For a certain type of teenager in the early-to-mid 1990s — the type who maybe wore a little too much make up and left the house looking like the aftermath of an explosion in a charity shop — the Manic Street Preachers (pictured) were godlike creatures, singing songs, mostly penned by the band's tortured and enigmatic guitarist Ritchey Edwards, about the kind of boredom and despair which indie teens of the day could readily identify with.
Female fans, on the other hand, generally tended to go more for Ritchey's frail good looks, rather than his left-wing leaning lyrics.
After Edwards' mysterious disappearance in 1995, the Manics’ remaining members James Dean Bradfield, Sean Moore, and Nicky Wire went on to gain even greater critical and commercial success, with their 1998 album This Is My Truth, Tell Me Yours spawning a number one single, If You Tolerate This, Your Children Will Be Next.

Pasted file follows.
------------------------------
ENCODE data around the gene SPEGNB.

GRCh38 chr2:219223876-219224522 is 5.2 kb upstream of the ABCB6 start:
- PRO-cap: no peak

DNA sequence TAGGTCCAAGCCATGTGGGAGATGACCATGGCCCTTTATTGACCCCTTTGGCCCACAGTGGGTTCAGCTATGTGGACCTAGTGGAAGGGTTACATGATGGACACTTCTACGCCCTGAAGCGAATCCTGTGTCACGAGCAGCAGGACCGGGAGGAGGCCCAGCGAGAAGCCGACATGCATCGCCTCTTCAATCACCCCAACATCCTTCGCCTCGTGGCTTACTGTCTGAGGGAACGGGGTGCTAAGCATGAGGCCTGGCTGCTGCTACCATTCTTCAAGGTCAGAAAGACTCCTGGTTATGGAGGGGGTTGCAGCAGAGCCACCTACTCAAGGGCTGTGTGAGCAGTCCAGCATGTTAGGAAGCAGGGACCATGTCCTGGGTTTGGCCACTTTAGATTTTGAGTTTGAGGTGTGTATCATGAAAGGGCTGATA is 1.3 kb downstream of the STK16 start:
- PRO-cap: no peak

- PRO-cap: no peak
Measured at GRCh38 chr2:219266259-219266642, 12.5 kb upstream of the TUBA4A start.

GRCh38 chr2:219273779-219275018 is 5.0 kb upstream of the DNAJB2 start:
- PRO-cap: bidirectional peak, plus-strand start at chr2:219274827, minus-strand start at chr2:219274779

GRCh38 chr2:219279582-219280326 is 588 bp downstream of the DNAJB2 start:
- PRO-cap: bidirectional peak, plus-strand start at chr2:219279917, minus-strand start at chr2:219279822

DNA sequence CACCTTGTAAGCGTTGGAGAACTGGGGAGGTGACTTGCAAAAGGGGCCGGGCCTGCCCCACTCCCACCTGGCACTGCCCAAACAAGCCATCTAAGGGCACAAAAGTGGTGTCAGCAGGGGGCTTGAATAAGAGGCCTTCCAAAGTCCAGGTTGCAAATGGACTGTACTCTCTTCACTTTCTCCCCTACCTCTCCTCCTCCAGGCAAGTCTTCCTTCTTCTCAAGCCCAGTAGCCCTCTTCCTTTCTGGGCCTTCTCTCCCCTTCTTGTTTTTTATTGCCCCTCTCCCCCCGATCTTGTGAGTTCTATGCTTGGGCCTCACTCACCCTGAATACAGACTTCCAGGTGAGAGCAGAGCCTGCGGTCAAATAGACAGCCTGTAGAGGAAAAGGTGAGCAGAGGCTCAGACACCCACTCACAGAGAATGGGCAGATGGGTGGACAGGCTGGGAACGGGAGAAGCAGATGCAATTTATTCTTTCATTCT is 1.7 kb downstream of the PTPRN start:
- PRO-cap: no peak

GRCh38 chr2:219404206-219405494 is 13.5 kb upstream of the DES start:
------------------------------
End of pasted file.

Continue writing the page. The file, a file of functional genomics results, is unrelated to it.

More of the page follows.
In 2001, the Manics became the first western band to play Cuba and they continue to play gigs for their large fanbase all over the world. Local aficionados can catch up with the Welsh maestros tomorrow at the Ulster Hall, with Belfast-based alt-rock support, In Case Of Fire.